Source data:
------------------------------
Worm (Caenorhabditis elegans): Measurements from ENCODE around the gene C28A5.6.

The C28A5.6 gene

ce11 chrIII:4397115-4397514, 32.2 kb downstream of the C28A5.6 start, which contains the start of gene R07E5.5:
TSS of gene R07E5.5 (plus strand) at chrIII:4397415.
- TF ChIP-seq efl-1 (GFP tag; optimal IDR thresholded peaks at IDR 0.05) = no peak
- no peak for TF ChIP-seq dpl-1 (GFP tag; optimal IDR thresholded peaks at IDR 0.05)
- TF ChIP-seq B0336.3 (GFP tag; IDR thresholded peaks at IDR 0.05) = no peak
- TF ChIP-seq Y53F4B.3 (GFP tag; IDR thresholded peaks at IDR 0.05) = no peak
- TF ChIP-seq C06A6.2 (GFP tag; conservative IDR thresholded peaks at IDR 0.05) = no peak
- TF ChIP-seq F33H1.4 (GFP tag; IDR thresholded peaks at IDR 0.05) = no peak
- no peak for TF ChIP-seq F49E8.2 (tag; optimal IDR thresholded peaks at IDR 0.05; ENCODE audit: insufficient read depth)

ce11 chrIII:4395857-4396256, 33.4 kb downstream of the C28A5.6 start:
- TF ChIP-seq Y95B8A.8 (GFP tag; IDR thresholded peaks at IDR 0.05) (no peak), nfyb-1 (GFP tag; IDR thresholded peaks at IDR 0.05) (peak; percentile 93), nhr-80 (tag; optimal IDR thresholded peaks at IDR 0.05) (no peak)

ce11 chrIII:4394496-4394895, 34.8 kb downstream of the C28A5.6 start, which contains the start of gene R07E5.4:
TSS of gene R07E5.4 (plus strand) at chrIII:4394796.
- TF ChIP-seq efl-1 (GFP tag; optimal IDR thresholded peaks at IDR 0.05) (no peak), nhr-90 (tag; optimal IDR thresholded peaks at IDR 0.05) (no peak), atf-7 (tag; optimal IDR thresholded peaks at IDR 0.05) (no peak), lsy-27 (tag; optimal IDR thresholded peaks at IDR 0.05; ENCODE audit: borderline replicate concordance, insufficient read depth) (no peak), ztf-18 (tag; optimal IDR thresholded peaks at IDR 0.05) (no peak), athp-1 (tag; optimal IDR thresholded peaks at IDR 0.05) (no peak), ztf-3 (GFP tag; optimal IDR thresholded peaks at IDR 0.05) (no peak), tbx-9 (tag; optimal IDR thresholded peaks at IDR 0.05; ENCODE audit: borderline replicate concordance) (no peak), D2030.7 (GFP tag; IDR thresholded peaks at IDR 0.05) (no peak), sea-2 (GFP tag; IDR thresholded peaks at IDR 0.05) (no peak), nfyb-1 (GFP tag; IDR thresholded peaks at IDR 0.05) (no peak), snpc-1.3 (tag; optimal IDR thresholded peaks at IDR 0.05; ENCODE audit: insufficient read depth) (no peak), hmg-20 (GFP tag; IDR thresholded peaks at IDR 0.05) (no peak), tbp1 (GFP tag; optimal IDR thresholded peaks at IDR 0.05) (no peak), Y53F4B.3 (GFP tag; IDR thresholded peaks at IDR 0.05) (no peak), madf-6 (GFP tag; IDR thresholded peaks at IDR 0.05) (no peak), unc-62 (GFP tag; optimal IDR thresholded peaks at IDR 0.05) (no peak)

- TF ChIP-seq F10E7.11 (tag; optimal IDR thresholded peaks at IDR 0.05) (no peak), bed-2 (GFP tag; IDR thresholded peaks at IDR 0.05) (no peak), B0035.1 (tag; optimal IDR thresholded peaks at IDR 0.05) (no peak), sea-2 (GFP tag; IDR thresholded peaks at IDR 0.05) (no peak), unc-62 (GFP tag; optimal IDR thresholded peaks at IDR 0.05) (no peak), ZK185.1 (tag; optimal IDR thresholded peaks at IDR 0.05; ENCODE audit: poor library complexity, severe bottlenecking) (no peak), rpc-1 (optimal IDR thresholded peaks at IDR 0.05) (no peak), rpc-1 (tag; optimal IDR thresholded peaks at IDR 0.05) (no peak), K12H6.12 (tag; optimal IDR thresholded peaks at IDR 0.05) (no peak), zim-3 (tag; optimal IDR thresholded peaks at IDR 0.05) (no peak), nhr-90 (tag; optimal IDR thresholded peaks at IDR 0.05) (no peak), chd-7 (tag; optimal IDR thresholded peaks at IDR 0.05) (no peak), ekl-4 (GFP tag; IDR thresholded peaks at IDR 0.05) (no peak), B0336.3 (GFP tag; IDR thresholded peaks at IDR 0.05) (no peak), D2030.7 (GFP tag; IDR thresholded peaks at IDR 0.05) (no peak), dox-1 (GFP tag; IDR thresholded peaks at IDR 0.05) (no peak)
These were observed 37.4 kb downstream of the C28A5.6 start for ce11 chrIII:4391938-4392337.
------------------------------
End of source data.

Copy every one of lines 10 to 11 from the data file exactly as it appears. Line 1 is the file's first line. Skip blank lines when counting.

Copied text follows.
- TF ChIP-seq F33H1.4 (GFP tag; IDR thresholded peaks at IDR 0.05) = no peak
- no peak for TF ChIP-seq F49E8.2 (tag; optimal IDR thresholded peaks at IDR 0.05; ENCODE audit: insufficient read depth)